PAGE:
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With these claims, we come out from the intense focus on TikTok to the broader issue, that brands will have to scrutinize how they are reaching people regardless of platform.
Writing on The Drum, Ed East, global chief exec and co-founder of Billion Dollar Boy remains “bullish” on TikTok’s ability to find a compromise and solve its issues but for “those brands that are concerned, we are recommending that they pivot to readily available alternatives including Instagram Reels and YouTube Shorts”.
Meanwhile, Melanie Kentish, managing partner at Gleam, admitted that brands are caught between a rock and hard place. “There are huge audiences on TikTok and if you look at the return on investment in terms of reach and impressions, it’s cheap media,” she explains.
Kentish is seeing brands spend less on TikTok as budgets tighten and marketers get more risk-averse. “What would have been an Instagram and TikTok campaign will typically then turn into an Instagram with TikTok being dropped rather than it being around,” she reveals.
And finally, Shiv Gupta, managing partner at U of Digital, posits: “If TikTok somehow were to get banned, there would be massive, widespread implications, particularly on the ad industry,” Gupta says. He suggests that competitors such as Snap and Meta “would get a meaningful revenue bump.”
Could spend move out of social video?
There's another element to consider. Marketers might see the TikTok ban as a hint as to where the tide is going, with social media coming under the regulatory cosh. While it's often the case, brands and agencies with the capabilities don't have to invest in like-for-like media to reach a Gen-Z audience.
They could move spend out of social video to try out the likes of live video on Twitch, they could get deeper into the filters, gamification and experiences on Snap and Instagram. Meanwhile, many a marketer are looking at how to best capitalize on booms in retail media and CTV and may decide that contentious social apps are worth less trouble than they once were.
Meanwhile, Sarah Penny, content and research director at Influencer Intelligence, confirms that brands are "continuing to invest in the platform". If there is a ban, there's a real gap in the market. "It leaves a space for another platform that can either mimic the virality that set TikTok apart or that can quickly rise in popularity and compete against the major players in a novel way."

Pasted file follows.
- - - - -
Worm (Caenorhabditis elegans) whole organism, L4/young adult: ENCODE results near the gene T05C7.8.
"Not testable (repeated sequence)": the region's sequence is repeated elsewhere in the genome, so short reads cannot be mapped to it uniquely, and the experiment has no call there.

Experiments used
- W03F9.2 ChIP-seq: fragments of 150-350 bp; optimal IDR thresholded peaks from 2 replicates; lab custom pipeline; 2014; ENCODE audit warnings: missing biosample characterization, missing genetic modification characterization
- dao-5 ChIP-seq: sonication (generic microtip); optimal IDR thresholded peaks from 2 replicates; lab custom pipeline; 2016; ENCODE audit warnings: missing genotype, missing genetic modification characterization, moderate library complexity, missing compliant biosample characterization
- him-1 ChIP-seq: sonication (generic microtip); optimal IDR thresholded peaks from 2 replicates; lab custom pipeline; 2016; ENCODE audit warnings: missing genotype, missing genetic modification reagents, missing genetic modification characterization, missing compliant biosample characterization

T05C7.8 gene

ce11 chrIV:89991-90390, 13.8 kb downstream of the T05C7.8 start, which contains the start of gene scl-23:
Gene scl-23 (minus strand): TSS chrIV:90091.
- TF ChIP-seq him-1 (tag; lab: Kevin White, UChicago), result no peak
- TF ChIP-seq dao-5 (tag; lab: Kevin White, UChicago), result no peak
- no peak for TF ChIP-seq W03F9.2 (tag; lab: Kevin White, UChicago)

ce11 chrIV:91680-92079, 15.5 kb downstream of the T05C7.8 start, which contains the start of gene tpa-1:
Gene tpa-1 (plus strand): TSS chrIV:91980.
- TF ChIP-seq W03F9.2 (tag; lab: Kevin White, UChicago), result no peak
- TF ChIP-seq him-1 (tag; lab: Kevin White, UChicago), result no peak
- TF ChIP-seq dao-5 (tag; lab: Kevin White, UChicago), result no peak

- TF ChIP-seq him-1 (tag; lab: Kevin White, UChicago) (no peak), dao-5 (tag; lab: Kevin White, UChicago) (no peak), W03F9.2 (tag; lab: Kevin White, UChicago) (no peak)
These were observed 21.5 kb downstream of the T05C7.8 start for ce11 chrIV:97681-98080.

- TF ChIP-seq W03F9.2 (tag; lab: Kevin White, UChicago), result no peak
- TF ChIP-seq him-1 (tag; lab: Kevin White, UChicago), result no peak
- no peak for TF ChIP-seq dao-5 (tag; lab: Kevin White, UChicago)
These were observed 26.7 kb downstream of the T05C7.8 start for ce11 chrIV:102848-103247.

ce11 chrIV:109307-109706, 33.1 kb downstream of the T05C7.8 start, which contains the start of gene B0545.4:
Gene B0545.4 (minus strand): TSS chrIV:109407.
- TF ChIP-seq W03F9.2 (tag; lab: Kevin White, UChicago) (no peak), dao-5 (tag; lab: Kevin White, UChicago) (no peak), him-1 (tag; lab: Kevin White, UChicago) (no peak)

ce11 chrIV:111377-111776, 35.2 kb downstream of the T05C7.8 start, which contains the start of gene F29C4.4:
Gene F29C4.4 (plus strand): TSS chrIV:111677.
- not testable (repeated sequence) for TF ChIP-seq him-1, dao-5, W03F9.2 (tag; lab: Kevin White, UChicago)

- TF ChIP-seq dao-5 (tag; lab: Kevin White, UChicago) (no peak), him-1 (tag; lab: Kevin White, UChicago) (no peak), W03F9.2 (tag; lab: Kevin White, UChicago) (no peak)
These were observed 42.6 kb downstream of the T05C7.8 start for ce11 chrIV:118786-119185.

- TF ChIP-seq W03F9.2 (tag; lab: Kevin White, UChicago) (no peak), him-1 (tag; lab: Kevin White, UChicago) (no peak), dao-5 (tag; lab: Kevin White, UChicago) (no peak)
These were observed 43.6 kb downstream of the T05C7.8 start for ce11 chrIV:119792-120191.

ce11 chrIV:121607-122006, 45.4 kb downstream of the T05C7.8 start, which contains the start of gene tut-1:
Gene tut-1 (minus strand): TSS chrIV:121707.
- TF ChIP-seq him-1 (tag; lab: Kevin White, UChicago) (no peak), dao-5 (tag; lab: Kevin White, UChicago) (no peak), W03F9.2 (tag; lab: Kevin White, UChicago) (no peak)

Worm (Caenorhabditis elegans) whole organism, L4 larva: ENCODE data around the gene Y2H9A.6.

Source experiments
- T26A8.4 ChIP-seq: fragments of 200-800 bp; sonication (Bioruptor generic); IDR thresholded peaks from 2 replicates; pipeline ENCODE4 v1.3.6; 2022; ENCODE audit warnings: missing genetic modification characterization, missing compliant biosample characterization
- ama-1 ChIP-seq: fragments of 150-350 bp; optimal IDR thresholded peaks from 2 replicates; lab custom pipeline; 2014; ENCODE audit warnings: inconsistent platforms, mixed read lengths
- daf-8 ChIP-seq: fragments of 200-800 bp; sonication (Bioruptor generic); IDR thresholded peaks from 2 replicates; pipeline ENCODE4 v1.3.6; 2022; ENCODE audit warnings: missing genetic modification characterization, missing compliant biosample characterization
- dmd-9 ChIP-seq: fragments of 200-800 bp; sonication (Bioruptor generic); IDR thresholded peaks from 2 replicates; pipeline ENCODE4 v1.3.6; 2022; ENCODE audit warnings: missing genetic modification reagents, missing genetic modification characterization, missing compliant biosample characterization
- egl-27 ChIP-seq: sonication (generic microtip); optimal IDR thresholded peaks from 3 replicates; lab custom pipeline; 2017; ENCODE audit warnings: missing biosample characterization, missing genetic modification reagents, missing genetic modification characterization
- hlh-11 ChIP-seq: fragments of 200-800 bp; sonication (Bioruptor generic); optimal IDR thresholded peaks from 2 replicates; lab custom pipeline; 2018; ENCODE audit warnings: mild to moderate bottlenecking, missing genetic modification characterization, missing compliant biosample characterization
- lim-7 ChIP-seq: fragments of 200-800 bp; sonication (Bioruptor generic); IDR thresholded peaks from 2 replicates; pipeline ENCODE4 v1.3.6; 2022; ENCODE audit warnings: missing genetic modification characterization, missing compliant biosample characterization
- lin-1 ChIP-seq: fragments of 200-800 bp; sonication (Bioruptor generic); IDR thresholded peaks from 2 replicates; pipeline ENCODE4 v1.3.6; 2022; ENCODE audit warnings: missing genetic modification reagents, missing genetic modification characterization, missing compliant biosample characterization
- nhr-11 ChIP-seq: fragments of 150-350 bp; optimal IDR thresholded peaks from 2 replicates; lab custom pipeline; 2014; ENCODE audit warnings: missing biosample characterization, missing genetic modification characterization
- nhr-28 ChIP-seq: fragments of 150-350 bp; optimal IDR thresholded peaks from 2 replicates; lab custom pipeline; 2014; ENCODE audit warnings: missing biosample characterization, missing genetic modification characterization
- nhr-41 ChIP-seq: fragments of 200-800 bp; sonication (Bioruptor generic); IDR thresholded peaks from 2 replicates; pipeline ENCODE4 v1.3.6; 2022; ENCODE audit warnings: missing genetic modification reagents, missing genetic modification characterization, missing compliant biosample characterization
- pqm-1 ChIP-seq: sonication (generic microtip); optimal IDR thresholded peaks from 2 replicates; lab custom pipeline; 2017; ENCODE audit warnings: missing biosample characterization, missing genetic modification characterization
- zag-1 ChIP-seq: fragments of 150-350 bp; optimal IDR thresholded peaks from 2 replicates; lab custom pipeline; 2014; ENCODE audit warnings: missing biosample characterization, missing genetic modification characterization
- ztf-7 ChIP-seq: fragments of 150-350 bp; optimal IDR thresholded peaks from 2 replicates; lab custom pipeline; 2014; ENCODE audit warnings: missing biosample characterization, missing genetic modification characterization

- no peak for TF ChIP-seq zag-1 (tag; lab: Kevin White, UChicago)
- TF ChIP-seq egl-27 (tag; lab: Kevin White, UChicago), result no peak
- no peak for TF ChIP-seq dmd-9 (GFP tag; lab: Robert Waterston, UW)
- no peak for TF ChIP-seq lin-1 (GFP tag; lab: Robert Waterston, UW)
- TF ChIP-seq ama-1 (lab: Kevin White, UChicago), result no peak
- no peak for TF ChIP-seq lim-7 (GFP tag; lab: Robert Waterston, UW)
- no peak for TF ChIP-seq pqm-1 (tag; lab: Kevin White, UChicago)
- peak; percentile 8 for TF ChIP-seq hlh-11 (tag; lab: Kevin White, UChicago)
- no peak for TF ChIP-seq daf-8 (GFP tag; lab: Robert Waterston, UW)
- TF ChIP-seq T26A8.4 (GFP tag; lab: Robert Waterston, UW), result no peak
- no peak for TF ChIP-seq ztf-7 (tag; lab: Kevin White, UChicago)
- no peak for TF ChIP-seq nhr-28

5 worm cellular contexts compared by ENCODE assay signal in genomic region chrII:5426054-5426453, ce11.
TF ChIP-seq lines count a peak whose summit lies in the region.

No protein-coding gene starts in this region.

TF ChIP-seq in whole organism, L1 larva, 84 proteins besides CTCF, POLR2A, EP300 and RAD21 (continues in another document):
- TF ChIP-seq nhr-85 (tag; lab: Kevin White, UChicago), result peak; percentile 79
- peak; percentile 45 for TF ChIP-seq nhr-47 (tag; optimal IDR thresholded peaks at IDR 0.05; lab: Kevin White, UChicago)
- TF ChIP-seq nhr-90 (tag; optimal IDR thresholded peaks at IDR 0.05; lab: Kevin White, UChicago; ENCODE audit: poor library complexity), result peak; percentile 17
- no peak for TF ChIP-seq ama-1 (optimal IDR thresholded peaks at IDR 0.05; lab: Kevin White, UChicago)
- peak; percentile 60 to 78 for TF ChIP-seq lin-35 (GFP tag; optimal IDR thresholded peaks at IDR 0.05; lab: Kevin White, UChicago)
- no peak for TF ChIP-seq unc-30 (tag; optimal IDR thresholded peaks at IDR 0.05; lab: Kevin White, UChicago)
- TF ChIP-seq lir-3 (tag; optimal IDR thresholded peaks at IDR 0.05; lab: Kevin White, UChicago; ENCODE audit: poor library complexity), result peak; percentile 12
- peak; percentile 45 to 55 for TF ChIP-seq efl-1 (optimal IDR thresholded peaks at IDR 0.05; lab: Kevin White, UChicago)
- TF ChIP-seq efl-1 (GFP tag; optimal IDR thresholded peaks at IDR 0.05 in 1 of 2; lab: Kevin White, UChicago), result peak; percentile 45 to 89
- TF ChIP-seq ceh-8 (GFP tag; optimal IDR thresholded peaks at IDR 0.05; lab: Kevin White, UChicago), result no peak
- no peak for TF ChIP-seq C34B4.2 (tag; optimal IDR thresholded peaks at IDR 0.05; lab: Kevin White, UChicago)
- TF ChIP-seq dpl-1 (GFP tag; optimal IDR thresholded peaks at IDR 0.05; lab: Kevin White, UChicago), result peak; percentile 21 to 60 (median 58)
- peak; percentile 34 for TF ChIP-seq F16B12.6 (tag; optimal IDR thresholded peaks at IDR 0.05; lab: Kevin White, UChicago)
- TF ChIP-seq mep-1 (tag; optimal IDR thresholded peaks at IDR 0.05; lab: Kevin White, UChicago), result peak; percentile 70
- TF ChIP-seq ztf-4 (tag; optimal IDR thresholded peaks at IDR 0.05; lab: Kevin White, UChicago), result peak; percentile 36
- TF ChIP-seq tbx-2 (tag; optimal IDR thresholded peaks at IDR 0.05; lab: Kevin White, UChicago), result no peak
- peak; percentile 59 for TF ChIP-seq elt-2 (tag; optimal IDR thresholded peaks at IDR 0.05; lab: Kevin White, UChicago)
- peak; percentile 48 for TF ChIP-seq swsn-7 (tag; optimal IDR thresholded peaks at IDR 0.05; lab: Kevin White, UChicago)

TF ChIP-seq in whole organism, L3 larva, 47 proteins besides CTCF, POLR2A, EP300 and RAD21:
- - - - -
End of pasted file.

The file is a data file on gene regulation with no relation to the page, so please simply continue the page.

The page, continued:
Most impacted are the influencers. "The appeal of these influencers to brands is in the number of views their content clocks up and this is a key difference between TikTok and other platforms, where follower size plays a larger role." Brands can take gambles on smaller, talented influencers on the platform and that's resulted in some real wins for the sector. Could that be replicated?
Andrew Stephenson, director of marketing EMEA and India at Treasure Data, says: that “the platforms that are collecting the most data from Gen Z are ultimately the ones who facilitate the most engaging, entertaining and honest content. TikTok ushered in an era where users can easily engage with high volumes of content, allowing the platform to collect more data than ever before, and it’s no surprise that the likes of YouTube and Instagram quickly followed suit.”
There’s a ‘but’ coming. “Social platforms tend to over-index on behavioral data points, which allow them to capture the momentary zeitgeist but lack the insights that build robust marketing strategies and brand loyalty for the long-term.
“More and more brands are looking to piece together the full picture of Gen Z, and are realizing the benefits of collecting first-party data as central to this. It's no surprise then that the cracks may be beginning to show.”